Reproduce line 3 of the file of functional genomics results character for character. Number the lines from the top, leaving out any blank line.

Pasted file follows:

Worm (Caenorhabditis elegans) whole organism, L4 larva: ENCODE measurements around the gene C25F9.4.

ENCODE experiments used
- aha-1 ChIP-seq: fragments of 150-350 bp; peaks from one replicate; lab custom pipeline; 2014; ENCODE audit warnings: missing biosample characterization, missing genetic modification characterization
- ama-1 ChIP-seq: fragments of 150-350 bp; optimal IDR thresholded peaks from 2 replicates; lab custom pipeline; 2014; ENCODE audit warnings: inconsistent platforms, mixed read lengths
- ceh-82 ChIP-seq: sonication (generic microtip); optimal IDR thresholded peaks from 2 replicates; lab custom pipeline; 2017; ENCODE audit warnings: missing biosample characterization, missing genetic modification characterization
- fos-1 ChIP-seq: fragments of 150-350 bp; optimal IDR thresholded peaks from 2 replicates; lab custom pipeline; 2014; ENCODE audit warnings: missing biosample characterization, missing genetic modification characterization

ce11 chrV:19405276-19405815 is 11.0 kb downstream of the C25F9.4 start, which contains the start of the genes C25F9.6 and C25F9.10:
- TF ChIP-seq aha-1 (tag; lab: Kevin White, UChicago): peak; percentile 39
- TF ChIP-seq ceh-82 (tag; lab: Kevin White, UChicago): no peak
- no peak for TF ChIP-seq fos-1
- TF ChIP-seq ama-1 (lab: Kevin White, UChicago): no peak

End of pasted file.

- aha-1 ChIP-seq: fragments of 150-350 bp; peaks from one replicate; lab custom pipeline; 2014; ENCODE audit warnings: missing biosample characterization, missing genetic modification characterization